Forced expression of the cyclin-dependent kinase inhibitor p16(INK4A) in leukemic U-937 cells reveals dissociation between cell cycle and differentiation
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OBJECTIVE: The aim of this study was to investigate how the tumor suppressor protein p16(INK4A) interferes with growth and differentiation of leukemic U-937 cells. MATERIALS AND METHODS: U-937 clones constantly overexpressing the cyclin-dependent kinase inhibitor p16(INK4A) were established. Clones transfected with empty vector were used as controls. The effects of high-level expression of p16(INK4A) on proliferation and cell cycle progression were investigated (cell cycle distribution, proliferation rate, analyses of different cell cycle regulatory proteins). The effect of introduction of p16(INK4A) on capacity for induced differentiation, assayed by capacity to reduce nitroblue tetrazolium, was determined. RESULTS: Overexpressed p16(INK4A) protein was active as judged by its ability to bind to CDK-4 in a coimmunoprecipitation assay. Clones overexpressing p16(INK4A) grew slower than controls, without any apparent effects on the phosphorylation status of the retinoblastoma protein (pRb). Instead, p16(INK4A) overexpression affected the phosphorylation status of pRb-related pocket protein p130, which was detected in its growth-restraining hypophosphorylated form. Despite an enhanced tendency to accumulate in G(0)/G(1), p16(INK4A)-overexpressing cells were less sensitive to induction of differentiation with vitamin D(3) or ATRA than control cells. CONCLUSIONS: Constitutive expression of p16(INK4A) in U-937 cells resulted in decreased proliferation as a result of activated p130 rather than pRb. Also, we showed that introduction of p16(INK4A) into U-937 cells impaired their capacity to differentiate. Moreover, the results support the notion that cell differentiation and cell cycle progression are dissociated and independently regulated processes.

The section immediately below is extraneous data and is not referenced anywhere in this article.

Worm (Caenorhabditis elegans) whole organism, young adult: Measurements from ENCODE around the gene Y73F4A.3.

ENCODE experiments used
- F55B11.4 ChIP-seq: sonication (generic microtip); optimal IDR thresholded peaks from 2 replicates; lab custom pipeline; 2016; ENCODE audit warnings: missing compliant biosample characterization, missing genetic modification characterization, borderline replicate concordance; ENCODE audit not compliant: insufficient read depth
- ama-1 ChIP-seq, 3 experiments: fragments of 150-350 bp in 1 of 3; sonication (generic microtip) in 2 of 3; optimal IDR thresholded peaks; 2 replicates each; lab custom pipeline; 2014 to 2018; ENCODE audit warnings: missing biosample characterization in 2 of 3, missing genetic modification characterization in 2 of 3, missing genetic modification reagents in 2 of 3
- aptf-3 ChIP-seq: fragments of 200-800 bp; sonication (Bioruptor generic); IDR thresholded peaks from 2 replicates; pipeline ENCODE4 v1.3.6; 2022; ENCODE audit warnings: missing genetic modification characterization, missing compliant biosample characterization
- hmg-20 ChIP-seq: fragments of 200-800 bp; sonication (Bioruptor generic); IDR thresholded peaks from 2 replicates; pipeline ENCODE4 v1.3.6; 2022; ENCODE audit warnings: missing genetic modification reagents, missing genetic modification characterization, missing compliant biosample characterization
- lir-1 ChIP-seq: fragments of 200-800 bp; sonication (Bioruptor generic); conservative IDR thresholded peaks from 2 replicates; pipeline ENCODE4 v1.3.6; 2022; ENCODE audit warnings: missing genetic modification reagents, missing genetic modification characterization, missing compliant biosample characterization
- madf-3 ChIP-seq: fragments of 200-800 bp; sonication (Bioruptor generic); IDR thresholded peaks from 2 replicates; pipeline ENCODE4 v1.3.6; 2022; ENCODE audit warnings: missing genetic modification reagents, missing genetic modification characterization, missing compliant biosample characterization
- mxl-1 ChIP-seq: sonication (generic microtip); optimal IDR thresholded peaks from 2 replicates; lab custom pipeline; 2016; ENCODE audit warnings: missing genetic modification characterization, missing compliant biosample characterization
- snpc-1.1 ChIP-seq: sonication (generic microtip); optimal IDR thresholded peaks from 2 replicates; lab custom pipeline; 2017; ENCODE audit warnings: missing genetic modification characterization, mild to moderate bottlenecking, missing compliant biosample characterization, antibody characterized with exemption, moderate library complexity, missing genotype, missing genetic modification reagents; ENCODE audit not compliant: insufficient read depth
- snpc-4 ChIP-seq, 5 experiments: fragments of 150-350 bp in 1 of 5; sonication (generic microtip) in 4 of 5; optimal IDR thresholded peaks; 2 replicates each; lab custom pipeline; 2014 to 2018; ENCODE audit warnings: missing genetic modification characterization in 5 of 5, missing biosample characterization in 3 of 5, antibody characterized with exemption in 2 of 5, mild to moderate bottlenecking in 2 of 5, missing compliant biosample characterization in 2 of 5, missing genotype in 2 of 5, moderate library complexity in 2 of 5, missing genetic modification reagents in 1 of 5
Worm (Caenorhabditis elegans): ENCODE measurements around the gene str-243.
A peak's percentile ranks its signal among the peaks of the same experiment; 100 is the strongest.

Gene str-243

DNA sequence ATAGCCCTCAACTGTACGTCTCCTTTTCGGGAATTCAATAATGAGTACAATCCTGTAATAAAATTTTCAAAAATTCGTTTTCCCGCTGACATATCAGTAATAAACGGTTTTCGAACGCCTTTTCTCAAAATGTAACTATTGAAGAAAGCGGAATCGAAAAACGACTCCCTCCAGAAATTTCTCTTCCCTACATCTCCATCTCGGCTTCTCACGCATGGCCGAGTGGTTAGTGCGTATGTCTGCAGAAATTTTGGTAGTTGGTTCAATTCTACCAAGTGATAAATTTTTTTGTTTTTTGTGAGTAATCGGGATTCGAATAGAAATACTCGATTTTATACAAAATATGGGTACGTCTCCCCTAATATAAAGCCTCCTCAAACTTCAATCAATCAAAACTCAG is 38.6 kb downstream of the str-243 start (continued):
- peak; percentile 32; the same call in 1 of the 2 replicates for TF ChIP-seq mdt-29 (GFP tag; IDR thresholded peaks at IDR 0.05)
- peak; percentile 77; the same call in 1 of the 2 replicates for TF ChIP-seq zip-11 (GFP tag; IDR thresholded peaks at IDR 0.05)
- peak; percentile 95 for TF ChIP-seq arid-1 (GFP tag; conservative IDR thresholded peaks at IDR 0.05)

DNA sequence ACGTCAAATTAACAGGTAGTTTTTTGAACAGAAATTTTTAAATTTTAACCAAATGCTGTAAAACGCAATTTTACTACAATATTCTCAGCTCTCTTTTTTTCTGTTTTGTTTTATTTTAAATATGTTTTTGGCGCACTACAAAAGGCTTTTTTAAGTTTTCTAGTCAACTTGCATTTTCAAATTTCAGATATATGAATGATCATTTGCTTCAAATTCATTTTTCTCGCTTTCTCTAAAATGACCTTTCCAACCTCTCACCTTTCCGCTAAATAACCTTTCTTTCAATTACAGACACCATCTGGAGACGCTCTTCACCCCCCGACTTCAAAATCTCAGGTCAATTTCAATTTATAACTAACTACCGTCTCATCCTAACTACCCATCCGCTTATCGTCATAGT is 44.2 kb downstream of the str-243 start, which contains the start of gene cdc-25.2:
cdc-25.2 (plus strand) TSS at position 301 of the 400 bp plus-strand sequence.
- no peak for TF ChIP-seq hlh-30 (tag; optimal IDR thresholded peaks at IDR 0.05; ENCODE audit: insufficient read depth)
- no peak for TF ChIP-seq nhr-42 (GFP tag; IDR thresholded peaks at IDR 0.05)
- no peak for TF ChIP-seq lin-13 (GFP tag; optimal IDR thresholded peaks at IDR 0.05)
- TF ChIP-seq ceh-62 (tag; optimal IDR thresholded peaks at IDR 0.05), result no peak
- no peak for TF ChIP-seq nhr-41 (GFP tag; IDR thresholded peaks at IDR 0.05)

|Research areas and keywords||
Subject classification (UKÄ) – MANDATORY
|Publication status||Published - 2001|